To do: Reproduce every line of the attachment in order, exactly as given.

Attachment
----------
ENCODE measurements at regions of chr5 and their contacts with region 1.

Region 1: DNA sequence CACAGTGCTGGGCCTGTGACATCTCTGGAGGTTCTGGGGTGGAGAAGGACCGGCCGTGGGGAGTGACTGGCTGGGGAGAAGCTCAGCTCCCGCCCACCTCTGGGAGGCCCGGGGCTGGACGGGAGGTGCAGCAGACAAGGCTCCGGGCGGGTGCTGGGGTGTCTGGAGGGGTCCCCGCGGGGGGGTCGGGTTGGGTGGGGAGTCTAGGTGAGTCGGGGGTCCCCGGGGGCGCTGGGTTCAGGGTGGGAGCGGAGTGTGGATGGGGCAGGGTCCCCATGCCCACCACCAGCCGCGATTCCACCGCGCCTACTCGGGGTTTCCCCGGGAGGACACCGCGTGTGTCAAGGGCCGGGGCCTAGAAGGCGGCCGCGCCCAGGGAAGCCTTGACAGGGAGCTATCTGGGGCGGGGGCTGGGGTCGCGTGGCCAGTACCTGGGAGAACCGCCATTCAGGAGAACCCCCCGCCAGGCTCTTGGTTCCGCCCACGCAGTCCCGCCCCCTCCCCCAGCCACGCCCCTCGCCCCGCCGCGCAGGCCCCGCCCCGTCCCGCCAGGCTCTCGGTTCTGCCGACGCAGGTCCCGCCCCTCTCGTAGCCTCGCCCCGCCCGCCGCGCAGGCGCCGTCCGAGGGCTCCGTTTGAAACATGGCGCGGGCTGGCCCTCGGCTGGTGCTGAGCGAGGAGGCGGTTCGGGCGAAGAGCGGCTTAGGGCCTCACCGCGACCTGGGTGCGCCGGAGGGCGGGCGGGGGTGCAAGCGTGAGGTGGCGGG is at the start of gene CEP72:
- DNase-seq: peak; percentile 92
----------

ENCODE measurements at regions of chr5 and their contacts with region 1.

Region 1: DNA sequence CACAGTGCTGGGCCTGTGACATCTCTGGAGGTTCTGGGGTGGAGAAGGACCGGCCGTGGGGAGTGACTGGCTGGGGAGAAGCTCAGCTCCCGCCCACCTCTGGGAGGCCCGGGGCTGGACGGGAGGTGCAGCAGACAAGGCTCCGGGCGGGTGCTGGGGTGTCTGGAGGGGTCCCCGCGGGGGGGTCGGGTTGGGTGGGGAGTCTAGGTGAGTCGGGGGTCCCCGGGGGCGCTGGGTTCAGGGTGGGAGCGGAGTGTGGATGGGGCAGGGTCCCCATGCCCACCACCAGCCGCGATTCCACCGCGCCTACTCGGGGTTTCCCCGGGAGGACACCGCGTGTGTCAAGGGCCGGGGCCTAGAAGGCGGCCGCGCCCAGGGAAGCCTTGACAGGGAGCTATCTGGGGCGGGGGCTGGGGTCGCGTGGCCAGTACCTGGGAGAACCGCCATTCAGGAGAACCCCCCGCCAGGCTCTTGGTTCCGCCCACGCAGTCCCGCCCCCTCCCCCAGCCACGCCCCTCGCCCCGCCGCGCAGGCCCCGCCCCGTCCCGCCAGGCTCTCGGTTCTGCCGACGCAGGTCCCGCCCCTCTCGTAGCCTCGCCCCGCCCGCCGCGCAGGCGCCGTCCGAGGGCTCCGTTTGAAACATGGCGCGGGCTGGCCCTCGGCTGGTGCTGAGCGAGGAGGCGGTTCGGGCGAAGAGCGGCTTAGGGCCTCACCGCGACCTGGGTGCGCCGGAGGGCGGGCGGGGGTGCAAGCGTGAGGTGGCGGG is at the start of gene CEP72:
- DNase-seq: peak; percentile 92